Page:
By Tonio Galea
Kofi Annan, the former U.N. Secretary General, once referred to certain global issues like climate change, terrorism and disease as ‘problems without passports’ that ignore man-made borders to effect all in one way or another.
With a few exceptions, many countries are striving to put the coronavirus pandemic behind them and get along with the ‘new normal ‘ even if the virus is not yet eliminated.
Although the full human impact and economic cost of the pandemic has not been quantified, it is is difficult to underestimate the effects of the virus on health care systems around the globe.
The crisis has brought to light the limitations and shortcomings of domestic and global medical supply production and distribution systems while piling strain on the physician workforce, hospitals, and health care systems in many countries.
More importantly, it made clear human vulnerabilities, showcasing the importance of good leadership and well-functioning, universal social and health care systems.
At the same time, bigger and more complex issues for which no straightforward solutions are found emerge more prominently. Choices must be made that turn out positively for one group of people and negatively for another.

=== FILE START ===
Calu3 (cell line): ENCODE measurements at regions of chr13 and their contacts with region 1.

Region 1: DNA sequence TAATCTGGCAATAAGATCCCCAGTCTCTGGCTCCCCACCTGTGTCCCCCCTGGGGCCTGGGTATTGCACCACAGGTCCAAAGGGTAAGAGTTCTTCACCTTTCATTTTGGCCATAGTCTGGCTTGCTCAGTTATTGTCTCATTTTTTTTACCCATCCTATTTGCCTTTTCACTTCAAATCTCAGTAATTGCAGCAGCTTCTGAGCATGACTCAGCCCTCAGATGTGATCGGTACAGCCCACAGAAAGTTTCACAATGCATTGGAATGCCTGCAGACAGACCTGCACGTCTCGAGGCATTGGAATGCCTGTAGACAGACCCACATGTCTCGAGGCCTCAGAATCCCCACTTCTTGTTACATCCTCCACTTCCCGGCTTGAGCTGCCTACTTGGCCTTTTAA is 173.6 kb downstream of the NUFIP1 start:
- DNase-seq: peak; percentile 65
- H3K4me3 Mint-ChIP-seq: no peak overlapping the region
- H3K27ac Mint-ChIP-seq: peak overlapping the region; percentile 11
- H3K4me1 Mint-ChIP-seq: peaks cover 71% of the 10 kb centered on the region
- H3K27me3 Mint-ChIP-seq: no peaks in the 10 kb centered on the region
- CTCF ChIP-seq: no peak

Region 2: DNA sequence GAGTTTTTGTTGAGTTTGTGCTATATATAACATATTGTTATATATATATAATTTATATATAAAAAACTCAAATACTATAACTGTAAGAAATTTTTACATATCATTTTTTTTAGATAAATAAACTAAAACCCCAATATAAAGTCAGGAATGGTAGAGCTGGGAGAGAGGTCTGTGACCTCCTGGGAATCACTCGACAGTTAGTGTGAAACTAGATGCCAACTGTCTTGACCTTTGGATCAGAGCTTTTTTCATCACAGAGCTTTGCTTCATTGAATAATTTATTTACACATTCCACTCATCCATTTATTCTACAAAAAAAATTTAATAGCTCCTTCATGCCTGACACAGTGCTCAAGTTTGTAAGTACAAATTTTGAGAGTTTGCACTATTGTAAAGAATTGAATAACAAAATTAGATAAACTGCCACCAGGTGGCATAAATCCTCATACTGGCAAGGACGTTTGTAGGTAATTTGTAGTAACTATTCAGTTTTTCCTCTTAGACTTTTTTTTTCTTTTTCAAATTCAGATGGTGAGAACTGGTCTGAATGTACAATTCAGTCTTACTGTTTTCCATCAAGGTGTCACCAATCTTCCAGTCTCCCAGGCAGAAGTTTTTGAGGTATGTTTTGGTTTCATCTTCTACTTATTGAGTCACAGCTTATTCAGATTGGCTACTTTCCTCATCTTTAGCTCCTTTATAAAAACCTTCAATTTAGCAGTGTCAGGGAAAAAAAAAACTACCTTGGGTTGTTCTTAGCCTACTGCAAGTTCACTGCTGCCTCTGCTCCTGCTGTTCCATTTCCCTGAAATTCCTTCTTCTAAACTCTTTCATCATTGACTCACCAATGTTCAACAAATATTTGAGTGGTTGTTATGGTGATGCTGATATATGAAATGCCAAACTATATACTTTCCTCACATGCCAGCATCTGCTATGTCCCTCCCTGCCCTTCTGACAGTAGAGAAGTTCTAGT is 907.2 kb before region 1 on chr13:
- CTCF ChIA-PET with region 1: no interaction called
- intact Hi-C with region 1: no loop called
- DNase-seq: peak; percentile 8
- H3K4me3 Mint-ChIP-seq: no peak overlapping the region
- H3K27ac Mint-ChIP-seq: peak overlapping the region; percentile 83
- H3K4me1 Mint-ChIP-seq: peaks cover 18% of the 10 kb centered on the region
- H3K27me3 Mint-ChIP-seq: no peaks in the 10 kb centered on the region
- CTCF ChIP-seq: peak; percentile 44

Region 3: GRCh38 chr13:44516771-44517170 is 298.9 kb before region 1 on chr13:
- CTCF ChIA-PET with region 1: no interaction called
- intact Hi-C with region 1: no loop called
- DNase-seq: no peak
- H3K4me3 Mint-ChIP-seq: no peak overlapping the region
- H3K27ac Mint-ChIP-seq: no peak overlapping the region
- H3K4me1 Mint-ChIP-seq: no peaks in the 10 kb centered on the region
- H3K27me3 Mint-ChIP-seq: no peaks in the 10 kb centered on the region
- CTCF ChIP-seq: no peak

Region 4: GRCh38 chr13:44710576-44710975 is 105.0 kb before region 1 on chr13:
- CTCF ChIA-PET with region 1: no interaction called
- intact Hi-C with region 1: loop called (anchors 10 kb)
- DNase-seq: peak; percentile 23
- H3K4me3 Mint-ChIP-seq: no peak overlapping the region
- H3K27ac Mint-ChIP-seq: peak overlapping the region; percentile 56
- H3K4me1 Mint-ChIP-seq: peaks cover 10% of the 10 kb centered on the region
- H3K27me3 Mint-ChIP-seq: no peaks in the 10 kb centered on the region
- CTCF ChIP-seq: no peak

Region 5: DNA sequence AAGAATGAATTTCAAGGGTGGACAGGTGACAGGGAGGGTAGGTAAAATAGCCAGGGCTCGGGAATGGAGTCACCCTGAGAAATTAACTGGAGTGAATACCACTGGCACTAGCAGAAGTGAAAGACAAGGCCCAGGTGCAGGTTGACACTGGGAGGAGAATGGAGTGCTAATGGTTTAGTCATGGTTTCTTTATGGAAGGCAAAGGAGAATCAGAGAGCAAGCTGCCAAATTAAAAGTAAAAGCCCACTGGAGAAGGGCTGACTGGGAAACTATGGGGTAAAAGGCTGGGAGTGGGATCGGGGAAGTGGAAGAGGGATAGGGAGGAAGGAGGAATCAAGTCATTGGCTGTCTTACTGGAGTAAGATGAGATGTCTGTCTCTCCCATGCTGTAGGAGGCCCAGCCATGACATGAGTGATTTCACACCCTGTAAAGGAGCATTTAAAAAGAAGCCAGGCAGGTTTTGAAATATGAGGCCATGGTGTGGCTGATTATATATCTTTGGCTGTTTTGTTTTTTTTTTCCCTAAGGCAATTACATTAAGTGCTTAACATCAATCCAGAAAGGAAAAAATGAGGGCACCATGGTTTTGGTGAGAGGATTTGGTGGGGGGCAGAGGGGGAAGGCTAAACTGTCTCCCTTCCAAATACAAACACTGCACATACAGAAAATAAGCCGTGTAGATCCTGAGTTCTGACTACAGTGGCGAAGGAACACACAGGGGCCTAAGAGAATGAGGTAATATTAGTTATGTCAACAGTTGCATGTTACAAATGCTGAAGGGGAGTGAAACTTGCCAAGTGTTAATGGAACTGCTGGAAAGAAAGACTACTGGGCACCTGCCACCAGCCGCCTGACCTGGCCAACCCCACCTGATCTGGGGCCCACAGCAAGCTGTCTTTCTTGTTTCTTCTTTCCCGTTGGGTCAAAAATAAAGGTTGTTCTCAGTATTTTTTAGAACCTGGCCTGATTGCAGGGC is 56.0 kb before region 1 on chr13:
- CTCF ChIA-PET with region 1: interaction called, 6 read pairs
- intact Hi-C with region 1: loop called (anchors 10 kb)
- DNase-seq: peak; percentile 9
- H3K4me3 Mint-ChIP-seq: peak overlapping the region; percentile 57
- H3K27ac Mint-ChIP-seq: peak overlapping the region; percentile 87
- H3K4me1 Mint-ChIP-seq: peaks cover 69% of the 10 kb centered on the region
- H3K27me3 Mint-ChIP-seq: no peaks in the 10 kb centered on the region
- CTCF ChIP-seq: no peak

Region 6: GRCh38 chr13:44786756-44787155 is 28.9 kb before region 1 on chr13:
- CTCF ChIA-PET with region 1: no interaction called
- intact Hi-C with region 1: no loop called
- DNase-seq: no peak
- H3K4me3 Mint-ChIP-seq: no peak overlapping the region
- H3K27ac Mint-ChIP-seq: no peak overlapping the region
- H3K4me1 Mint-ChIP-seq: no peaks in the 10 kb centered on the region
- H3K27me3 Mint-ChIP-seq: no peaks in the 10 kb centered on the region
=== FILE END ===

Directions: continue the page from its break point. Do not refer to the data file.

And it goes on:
Various medical experts warned that, even if this coronavirus can be controlled, it is not going be the last pandemic the world will see. Scientists have long warned about infectious diseases, particularly following the recent outbreaks of Ebola, SARS and the bird flu.
The more populations encroach on nature the greater the possibility of other pandemics is becoming.
Pandemics aside, the next global crisis – the climate crisis – is already well under way, building up its destructive potential around the globe.
More than ever before, these crises are showing that human health and the health of the planet go together. Healthy societies and markets depend on the health of the natural environment. In principle what needs to be done is known and the means to do it are there.
There are hopeful authors who predict that this crisis will bring about positive structural change to our society. But, as time passes, the shared interest and enthusiasm that was apparent at the beginning of the pandemic, will start to fizzle out, as human nature is wont to do. It becomes more difficult to sustain all the initiatives that have been developed and, in some countries, this was even difficult during the peak of the pandemic.
A structural change takes a lot of time and often costs a lot of money. The effects and remedies need to be entrenched in the defined processes, legislation, and spread throughout culture to be better prepared in the long run.
If this outbreak showed one thing, it was the thirst for reliable and credible information. It reversed the decade-old trend of eroding trust in established institutions. It restored trust in mainstream science by policymakers and the public.
Most challenges today cannot be stopped at borders or contained by national sovereignty. More than before, we must imagine a global public good with a renewed focus of what national security entails.